Ms. Tran’s 89-year-old paternal grandmother prepares banh tet, which they serve with other iconic southern Vietnamese holiday dishes like canh kho qua, a stuffed bitter melon soup. There is a penchant for assertive bitter melon during the holiday because, as Ms. Que Mai said, “When we taste bitterness, then we know what sweetness is.”

Four generations of the Tran family celebrate Tet in Oregon, including Lisa Tran, right; her paternal grandmother, Chau Thi Nguyen, center; and her mother, Mai Nguyen, left. Credit…Leah Nash for The New York Times

Lunar New Year is often framed as a cheerful occasion, but for the Vietnamese whose history is filled with both loss and triumph, the holiday itself is bittersweet. That feels especially poignant this year as the precarity of our times leads me to adopt a pared-down approach to usher in the Year of the Ox at my home in Northern California.

I’m skipping the sticky rice cakes (my mom already mailed some to me) and focusing instead on simpler comforts to remind me of home and heritage. There will be northern-style dishes based on family recipes, like dua hanh, slightly sharp rosy pickled shallots that are great for cutting rich foods like suon kho, pork ribs that are grilled then simmered to a soulful earthiness in bittersweet caramel sauce and fish sauce.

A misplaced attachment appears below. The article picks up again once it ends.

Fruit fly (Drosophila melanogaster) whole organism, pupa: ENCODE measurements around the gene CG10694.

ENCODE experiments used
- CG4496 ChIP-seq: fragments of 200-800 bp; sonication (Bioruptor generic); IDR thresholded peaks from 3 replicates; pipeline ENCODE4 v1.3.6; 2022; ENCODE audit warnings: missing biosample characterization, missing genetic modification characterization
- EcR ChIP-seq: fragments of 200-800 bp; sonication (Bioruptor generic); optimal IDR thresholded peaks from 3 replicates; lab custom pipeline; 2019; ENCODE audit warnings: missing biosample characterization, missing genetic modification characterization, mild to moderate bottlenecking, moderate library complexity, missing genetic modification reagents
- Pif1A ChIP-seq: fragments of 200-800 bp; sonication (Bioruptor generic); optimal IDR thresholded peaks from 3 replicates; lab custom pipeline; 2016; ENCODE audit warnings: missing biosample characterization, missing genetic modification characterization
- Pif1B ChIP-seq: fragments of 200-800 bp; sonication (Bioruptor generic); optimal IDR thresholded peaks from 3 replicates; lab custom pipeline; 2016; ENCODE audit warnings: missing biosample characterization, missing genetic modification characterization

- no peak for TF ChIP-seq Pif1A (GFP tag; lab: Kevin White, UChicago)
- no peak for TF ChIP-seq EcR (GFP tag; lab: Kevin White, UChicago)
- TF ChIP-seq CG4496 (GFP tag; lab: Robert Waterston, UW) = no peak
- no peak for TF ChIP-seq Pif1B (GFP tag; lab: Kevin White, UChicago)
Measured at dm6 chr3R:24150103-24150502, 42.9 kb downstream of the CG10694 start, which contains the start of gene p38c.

For southern Vietnamese thit heo kho trung, boiled eggs simmered with the braised pork are served whole to diners who then split them in their bowls of rice.Credit…Johnny Miller for The New York Times. Food Stylist: Rebecca Jurkevich. Prop Stylist: Paige Hicks.

You can’t have enough pork during Tet, so I’ll also cook a pot of tropical thit kho trung as a nod to southern Vietnam, where I was born. The braised pork and eggs are flavored by caramel sauce and coconut water, and eaten with rice and a refreshing pile of dua gia, a crunchy pickled bean sprout salad.

Throughout my weeklong Tet celebration, I look forward to munching on keo lac vung, a fragrant crunchy peanut and sesame candy. It’s one of many confections that I nibble on while thinking sweet, positive thoughts for the year ahead. That practice is something we could all use for a major reset in 2021. And eating Tet is the most delicious way to do it.

Recipes: Thit Heo Kho Trung (Pork and Eggs in Caramel Sauce) or Pressure Cooker Version | Suon Kho (Pork Ribs in Savory Caramel Sauce) | Dua Hanh (Pickled Shallots) | Dua Gia (Pickled Bean Sprout Salad) | Keo Lac Vung (Peanut and Sesame Candy)